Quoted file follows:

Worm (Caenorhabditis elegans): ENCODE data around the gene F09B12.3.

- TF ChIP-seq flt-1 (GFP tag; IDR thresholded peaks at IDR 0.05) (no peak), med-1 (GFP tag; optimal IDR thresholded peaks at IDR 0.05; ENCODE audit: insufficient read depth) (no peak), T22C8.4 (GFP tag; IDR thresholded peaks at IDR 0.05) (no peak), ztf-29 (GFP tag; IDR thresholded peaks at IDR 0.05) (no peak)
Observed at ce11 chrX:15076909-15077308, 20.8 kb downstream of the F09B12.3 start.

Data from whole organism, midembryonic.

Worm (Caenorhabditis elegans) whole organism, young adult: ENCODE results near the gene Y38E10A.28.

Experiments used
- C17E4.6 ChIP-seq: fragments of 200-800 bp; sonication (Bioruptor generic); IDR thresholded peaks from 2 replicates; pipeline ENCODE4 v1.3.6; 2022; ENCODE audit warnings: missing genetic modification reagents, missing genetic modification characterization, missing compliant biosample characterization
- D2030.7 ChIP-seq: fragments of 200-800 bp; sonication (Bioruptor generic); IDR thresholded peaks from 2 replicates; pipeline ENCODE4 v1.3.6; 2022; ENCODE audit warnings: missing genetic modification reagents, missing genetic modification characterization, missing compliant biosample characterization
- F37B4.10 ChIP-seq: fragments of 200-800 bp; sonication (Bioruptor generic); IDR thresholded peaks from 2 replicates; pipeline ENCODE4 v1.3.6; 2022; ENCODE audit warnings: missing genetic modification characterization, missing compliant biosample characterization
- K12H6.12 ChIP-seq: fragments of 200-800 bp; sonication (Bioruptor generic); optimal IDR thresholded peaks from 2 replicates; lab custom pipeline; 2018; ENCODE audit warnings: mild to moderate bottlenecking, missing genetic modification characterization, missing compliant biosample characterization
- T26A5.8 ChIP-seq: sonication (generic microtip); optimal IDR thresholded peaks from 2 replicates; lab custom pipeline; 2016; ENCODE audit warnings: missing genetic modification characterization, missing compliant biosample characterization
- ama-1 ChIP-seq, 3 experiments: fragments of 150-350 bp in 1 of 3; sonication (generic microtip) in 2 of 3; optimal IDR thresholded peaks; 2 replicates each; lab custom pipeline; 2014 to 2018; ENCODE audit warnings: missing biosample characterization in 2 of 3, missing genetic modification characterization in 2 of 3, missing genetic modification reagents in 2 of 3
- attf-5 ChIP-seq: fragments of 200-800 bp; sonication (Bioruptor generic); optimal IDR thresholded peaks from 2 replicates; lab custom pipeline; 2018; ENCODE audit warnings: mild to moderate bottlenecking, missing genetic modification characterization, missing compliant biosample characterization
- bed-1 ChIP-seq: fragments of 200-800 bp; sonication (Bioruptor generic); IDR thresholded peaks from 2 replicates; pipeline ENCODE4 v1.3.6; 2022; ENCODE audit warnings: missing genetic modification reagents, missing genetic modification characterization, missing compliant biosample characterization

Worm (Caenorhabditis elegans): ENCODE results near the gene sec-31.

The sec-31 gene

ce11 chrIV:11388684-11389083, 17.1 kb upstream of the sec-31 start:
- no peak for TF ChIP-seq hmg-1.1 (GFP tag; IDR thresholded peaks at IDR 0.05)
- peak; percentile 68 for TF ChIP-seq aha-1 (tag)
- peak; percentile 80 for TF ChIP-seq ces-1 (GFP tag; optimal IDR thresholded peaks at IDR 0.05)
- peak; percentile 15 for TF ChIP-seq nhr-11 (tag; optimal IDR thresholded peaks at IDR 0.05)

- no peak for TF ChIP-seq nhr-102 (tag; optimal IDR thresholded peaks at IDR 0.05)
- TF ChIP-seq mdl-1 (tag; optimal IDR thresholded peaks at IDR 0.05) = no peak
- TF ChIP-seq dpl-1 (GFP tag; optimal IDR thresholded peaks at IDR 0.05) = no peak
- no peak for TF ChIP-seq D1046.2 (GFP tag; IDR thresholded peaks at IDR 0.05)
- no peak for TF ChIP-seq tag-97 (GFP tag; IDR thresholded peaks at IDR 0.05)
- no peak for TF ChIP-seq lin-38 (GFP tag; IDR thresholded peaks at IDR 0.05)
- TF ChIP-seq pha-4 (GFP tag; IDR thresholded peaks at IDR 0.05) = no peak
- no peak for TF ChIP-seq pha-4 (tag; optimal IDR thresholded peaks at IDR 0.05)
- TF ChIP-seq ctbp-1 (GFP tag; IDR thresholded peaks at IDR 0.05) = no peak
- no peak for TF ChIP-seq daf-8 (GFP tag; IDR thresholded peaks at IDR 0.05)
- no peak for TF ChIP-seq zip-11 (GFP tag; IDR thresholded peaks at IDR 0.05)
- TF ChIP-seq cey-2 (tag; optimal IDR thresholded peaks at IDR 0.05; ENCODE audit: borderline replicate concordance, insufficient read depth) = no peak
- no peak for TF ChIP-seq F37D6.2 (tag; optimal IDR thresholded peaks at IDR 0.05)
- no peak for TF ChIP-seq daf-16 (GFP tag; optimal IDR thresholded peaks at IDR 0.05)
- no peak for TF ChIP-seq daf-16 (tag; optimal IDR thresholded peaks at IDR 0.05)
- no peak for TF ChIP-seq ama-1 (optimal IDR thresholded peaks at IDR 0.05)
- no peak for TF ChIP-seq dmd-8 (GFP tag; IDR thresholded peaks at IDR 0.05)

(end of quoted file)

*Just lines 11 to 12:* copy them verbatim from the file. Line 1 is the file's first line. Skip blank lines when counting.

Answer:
- T26A5.8 ChIP-seq: sonication (generic microtip); optimal IDR thresholded peaks from 2 replicates; lab custom pipeline; 2016; ENCODE audit warnings: missing genetic modification characterization, missing compliant biosample characterization
- ama-1 ChIP-seq, 3 experiments: fragments of 150-350 bp in 1 of 3; sonication (generic microtip) in 2 of 3; optimal IDR thresholded peaks; 2 replicates each; lab custom pipeline; 2014 to 2018; ENCODE audit warnings: missing biosample characterization in 2 of 3, missing genetic modification characterization in 2 of 3, missing genetic modification reagents in 2 of 3